The film begins with a quick background in voiceover covering events leading up to the 1979 Iranian Revolution.  Then the embassy is violently attacked and overrun by an angry Iranian mob.  Since the embassy grounds were relatively large, the six staff members in a separate office were overlooked for a short period, which gave them a chance to escape out the back onto the Tehran streets.  They found refuge and went into hiding in the Canadian embassy, but their safety was not assured.

2. The CIA’s Plan
The US government was in an uproar, and there was the usual back-and-forth tussling between the State Department, the military, and the CIA.  Eventually Tony Mendez (played by Ben Affleck), an expert “exfiltrator” (someone who gets valued personnel out of dangerous places), was assigned to try to rescue the six US staffers at the Canadian embassy. He and some colleagues come up with a crazy plan: to dress up the six US refugees as Hollywood film production personnel who have gone to Iran for some location scouting in connection with their planned Sci-Fi film, whose intended name was Argo (inspired by the Greek legend of Jason and the Argonauts).  The whole thing, of course, is a scam to fool the Iranian authorities at the airport. 

The reason why the plan could work is that everyone, the world over, expects Hollywood types to be weird and artificial.  So making these the US escapees look like Hollywood glam types was a case of hiding their out-of-placeness in plain sight.  Much of this section of the film is set in Hollywood and features a lot of over-the-top spoofing of cheap, grade-Z Hollywood movies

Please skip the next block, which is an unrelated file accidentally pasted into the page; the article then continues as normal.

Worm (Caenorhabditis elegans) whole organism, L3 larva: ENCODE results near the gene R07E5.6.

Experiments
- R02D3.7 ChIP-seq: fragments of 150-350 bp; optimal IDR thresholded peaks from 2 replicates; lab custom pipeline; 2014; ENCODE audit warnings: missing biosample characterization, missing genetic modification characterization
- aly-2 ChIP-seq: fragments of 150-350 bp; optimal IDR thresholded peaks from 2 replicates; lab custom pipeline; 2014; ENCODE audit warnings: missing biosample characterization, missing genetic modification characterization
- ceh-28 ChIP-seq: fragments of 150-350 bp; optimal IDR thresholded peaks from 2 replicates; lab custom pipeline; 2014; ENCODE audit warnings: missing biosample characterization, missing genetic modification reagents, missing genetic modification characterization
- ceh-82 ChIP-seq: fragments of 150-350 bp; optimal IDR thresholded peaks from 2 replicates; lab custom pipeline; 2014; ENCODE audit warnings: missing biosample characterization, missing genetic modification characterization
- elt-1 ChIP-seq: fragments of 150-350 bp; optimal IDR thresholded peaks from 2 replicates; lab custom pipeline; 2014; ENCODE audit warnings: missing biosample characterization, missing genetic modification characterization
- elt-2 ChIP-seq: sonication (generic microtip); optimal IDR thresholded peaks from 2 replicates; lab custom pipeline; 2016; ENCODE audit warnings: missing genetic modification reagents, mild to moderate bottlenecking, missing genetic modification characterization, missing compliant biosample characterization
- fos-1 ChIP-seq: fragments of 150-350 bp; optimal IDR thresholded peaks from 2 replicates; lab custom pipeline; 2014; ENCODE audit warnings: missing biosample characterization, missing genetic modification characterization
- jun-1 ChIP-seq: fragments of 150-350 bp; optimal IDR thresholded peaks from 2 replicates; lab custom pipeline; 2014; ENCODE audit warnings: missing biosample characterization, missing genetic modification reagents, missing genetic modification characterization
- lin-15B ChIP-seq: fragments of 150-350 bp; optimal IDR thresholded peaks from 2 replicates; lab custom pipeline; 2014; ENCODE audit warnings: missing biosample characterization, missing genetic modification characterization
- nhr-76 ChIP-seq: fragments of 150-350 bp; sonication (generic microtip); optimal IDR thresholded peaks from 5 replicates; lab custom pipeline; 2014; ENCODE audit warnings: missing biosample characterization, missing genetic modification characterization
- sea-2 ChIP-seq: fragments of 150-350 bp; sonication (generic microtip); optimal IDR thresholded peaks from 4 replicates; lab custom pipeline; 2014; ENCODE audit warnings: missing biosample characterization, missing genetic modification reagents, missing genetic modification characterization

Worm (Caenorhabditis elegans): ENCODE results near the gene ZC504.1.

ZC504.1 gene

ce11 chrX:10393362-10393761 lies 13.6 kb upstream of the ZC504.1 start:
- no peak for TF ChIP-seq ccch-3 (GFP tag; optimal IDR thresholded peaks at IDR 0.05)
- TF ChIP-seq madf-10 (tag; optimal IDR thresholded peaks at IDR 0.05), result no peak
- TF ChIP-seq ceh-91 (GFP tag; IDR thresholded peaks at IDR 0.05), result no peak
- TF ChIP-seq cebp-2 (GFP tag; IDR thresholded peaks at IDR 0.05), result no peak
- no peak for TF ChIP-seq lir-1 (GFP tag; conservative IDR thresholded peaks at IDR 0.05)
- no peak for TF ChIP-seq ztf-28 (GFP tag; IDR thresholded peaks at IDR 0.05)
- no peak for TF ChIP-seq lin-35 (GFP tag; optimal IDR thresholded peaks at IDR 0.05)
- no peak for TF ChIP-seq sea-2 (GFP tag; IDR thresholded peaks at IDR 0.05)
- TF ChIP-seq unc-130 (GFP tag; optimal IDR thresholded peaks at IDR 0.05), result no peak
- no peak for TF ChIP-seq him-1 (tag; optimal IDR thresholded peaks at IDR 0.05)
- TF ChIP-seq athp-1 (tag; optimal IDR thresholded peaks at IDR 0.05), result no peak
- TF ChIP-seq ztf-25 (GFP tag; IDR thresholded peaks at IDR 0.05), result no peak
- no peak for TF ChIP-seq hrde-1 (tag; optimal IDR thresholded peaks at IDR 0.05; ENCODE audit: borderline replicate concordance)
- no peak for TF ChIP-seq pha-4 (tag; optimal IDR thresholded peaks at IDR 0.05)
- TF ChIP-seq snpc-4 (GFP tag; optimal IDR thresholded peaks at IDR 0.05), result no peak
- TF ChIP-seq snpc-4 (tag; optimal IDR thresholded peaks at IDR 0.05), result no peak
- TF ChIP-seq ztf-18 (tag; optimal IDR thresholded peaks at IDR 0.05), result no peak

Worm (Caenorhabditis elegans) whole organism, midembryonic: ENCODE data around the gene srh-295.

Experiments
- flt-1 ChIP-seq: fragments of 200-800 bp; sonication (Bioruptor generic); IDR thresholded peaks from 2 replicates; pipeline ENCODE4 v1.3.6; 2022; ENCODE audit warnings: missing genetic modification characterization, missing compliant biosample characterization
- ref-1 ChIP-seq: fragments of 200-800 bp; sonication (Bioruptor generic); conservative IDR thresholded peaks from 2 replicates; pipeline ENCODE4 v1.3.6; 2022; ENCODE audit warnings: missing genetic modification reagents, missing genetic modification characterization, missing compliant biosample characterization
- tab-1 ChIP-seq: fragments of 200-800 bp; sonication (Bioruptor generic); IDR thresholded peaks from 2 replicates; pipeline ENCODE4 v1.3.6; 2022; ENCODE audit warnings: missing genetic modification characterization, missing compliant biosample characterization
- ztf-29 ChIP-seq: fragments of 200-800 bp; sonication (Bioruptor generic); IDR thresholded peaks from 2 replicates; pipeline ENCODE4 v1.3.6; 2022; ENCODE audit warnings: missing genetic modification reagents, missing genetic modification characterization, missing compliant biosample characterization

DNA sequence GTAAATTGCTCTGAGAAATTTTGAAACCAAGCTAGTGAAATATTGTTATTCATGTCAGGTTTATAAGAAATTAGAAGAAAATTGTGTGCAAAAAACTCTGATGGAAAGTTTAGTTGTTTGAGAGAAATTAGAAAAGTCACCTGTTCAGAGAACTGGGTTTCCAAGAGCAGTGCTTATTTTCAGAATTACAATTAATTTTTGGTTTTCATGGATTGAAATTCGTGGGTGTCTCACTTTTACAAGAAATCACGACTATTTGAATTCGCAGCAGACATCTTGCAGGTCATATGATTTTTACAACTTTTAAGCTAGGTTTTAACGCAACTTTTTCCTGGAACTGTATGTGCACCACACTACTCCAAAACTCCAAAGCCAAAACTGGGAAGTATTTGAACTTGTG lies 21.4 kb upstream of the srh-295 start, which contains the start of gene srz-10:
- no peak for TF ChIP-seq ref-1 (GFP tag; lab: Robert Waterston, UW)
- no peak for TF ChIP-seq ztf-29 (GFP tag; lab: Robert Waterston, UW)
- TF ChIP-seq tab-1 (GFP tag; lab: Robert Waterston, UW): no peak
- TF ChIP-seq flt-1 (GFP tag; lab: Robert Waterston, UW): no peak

3.  The Getaway
Mendez arrives in Iran and goes to the Canadian embassy to tell the US personnel about his plan.  They are flabbergasted by it outlandishness, but have no other options than to go along with it. 

Mendez first dresses them up in Hollywood-looking garb and takes them to the main Tehran Bazaar to scout locations – a completely crazy idea.  Even if the Tehran Bazaar were to have some architectural suggestiveness that would go with their weird science fiction script (which I find impossible to believe), it would not be a practical location for arranging a film shoot.  With Mendez and an Iranian guide, they all go to the Bazaar in their costumes virtually asking for trouble. One of the embassy women is even shown taking Polaroid snapshots of local people, behavior which I can’t believe the CIA would be so ignorant as to allow to be part of the group's activities (you might think that it was no wonder that the Iranian Revolution hit them as a complete surprise – but then, this bizarre Bazaar scene apparently didn't take place in reality). Naturally a ruckus ensues over this, and the entire group barely makes it back to the Canadian embassy.